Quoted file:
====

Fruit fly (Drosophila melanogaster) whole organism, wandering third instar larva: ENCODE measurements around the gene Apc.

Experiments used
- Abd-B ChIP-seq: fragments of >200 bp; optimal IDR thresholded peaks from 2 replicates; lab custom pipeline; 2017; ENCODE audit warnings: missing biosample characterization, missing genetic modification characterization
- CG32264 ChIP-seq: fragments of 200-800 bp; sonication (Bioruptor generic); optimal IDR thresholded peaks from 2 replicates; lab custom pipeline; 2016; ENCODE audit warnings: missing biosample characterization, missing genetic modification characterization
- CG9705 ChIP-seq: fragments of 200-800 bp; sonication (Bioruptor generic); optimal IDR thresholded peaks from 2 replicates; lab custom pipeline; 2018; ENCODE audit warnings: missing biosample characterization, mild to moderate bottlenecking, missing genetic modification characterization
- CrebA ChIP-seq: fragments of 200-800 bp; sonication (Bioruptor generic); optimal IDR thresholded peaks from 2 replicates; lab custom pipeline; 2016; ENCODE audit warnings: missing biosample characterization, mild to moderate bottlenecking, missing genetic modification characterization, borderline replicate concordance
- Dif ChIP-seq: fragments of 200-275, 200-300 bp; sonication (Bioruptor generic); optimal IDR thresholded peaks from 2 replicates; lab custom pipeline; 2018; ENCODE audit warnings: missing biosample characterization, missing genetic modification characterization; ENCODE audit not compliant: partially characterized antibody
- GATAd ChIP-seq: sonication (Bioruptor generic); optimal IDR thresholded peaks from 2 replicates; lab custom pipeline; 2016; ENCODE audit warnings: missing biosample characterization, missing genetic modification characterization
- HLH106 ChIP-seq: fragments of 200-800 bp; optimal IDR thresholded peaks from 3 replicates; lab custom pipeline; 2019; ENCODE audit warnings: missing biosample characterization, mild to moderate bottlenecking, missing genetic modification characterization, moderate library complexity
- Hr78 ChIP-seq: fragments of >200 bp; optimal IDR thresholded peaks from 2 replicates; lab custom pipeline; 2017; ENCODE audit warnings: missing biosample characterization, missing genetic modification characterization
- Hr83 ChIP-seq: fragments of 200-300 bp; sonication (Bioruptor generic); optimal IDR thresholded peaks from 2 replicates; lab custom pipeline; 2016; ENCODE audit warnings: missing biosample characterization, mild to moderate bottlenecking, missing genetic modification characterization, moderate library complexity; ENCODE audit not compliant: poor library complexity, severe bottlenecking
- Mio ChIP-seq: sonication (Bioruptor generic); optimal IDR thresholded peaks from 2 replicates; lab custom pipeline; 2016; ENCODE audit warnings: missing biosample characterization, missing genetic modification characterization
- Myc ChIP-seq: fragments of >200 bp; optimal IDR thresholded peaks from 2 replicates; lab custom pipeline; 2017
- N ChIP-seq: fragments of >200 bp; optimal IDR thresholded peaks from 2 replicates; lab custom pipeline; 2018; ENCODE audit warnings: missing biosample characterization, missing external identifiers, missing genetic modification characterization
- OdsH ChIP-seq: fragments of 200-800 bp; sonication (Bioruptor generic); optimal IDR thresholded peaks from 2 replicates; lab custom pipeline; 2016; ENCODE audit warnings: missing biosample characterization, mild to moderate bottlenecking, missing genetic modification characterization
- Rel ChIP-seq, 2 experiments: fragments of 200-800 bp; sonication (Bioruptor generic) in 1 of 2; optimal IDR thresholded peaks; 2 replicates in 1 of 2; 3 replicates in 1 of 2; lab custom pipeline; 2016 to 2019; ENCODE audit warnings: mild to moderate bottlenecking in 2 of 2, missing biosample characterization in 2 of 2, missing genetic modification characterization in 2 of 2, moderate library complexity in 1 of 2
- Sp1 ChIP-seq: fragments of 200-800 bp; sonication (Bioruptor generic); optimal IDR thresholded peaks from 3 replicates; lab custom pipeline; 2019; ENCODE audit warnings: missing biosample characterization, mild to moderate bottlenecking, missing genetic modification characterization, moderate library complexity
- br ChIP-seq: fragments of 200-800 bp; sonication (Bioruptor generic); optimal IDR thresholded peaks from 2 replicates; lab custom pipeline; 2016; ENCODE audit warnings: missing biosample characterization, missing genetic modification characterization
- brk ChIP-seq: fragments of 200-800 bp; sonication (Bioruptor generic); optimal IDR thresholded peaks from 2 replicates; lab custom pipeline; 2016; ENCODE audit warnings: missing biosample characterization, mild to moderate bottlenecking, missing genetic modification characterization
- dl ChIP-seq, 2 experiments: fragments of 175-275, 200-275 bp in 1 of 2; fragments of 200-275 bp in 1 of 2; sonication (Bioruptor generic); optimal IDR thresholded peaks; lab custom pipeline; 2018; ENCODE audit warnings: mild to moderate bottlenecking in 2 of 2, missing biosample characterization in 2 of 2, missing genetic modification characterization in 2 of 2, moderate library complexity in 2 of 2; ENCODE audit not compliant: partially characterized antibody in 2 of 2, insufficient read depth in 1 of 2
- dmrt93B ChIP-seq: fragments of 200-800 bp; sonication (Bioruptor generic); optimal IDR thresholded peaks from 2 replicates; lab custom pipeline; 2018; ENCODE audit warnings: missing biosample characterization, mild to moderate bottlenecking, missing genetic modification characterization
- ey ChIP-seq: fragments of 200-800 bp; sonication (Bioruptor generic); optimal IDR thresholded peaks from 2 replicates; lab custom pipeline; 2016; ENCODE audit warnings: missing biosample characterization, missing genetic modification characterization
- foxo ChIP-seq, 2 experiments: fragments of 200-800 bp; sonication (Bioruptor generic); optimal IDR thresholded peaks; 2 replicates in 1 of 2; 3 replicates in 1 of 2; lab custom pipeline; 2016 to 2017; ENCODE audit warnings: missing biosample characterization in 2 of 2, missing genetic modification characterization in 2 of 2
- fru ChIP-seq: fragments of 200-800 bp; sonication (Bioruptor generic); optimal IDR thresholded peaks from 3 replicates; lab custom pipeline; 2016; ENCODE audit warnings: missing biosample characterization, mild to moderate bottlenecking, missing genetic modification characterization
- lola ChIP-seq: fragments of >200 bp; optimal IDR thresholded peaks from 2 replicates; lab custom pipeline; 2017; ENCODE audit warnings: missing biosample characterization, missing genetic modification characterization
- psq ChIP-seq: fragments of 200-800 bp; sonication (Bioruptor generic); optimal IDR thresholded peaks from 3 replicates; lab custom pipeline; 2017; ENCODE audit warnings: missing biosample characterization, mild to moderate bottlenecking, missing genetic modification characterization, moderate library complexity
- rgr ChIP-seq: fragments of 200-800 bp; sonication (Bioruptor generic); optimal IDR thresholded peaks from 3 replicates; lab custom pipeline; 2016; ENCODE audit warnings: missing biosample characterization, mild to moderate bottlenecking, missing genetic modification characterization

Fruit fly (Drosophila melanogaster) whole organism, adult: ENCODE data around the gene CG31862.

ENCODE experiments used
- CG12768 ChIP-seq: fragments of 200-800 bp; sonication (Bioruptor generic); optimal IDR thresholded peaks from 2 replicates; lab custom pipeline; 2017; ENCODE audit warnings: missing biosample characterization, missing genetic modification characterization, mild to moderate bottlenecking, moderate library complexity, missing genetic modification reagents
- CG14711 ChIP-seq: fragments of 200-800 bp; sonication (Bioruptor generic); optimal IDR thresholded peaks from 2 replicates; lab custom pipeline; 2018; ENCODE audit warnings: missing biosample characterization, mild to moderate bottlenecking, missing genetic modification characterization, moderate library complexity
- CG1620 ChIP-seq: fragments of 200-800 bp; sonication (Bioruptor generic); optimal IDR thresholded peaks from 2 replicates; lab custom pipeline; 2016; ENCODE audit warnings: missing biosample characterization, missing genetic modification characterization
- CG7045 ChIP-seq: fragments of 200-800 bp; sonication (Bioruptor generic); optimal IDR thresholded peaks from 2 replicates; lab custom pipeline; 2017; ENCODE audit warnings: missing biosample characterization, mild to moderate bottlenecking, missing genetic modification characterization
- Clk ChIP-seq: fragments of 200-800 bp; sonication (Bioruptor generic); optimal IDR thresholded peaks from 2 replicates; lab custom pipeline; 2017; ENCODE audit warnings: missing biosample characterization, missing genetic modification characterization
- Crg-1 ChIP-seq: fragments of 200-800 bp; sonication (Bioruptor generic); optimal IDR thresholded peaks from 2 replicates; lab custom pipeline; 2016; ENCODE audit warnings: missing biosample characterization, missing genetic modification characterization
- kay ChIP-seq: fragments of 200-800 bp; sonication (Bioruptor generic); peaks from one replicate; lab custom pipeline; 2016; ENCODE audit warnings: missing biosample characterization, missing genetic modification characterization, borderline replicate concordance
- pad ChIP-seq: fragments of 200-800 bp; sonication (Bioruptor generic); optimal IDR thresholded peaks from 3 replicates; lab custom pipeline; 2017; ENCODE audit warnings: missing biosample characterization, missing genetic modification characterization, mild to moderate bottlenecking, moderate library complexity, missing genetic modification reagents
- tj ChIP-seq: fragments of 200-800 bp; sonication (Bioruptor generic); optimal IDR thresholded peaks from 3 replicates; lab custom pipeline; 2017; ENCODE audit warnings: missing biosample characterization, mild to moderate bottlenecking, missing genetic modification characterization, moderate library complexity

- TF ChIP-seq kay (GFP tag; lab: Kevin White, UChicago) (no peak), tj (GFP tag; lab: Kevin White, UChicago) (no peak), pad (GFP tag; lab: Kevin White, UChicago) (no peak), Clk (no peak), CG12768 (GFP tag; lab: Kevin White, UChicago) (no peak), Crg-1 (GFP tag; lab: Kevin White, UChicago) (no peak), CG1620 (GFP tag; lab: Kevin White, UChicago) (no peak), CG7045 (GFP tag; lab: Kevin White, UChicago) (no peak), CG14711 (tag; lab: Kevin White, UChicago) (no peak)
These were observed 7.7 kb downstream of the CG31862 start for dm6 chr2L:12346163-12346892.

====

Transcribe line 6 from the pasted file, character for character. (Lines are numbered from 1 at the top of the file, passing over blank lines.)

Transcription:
- CrebA ChIP-seq: fragments of 200-800 bp; sonication (Bioruptor generic); optimal IDR thresholded peaks from 2 replicates; lab custom pipeline; 2016; ENCODE audit warnings: missing biosample characterization, mild to moderate bottlenecking, missing genetic modification characterization, borderline replicate concordance